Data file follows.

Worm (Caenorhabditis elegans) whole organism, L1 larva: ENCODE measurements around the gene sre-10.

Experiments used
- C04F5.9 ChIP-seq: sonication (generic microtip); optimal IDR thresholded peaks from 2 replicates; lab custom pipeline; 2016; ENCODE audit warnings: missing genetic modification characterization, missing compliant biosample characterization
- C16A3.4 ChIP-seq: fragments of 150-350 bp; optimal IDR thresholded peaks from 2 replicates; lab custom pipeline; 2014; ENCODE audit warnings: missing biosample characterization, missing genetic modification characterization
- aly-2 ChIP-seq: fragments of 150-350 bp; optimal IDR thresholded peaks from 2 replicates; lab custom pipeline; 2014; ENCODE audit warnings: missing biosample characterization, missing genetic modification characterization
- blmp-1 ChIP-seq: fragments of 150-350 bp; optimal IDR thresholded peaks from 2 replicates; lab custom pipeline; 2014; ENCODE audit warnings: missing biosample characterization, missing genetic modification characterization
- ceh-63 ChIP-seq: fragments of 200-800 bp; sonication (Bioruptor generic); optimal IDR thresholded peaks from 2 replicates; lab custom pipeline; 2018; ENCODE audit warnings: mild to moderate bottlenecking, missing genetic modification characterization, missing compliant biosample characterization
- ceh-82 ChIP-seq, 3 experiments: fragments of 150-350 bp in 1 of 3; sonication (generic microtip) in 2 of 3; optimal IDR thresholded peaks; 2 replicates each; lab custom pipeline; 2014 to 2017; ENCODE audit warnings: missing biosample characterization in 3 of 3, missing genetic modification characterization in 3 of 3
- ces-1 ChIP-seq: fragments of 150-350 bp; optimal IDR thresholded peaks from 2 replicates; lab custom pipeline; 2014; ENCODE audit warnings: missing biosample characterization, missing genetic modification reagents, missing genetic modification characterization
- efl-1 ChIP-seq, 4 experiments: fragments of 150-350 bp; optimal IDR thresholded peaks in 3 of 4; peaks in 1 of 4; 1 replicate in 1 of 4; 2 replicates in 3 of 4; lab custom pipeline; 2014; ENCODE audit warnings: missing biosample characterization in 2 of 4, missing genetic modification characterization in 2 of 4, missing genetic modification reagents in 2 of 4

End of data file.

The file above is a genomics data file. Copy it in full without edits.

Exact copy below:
Worm (Caenorhabditis elegans) whole organism, L1 larva: ENCODE measurements around the gene sre-10.

Experiments used
- C04F5.9 ChIP-seq: sonication (generic microtip); optimal IDR thresholded peaks from 2 replicates; lab custom pipeline; 2016; ENCODE audit warnings: missing genetic modification characterization, missing compliant biosample characterization
- C16A3.4 ChIP-seq: fragments of 150-350 bp; optimal IDR thresholded peaks from 2 replicates; lab custom pipeline; 2014; ENCODE audit warnings: missing biosample characterization, missing genetic modification characterization
- aly-2 ChIP-seq: fragments of 150-350 bp; optimal IDR thresholded peaks from 2 replicates; lab custom pipeline; 2014; ENCODE audit warnings: missing biosample characterization, missing genetic modification characterization
- blmp-1 ChIP-seq: fragments of 150-350 bp; optimal IDR thresholded peaks from 2 replicates; lab custom pipeline; 2014; ENCODE audit warnings: missing biosample characterization, missing genetic modification characterization
- ceh-63 ChIP-seq: fragments of 200-800 bp; sonication (Bioruptor generic); optimal IDR thresholded peaks from 2 replicates; lab custom pipeline; 2018; ENCODE audit warnings: mild to moderate bottlenecking, missing genetic modification characterization, missing compliant biosample characterization
- ceh-82 ChIP-seq, 3 experiments: fragments of 150-350 bp in 1 of 3; sonication (generic microtip) in 2 of 3; optimal IDR thresholded peaks; 2 replicates each; lab custom pipeline; 2014 to 2017; ENCODE audit warnings: missing biosample characterization in 3 of 3, missing genetic modification characterization in 3 of 3
- ces-1 ChIP-seq: fragments of 150-350 bp; optimal IDR thresholded peaks from 2 replicates; lab custom pipeline; 2014; ENCODE audit warnings: missing biosample characterization, missing genetic modification reagents, missing genetic modification characterization
- efl-1 ChIP-seq, 4 experiments: fragments of 150-350 bp; optimal IDR thresholded peaks in 3 of 4; peaks in 1 of 4; 1 replicate in 1 of 4; 2 replicates in 3 of 4; lab custom pipeline; 2014; ENCODE audit warnings: missing biosample characterization in 2 of 4, missing genetic modification characterization in 2 of 4, missing genetic modification reagents in 2 of 4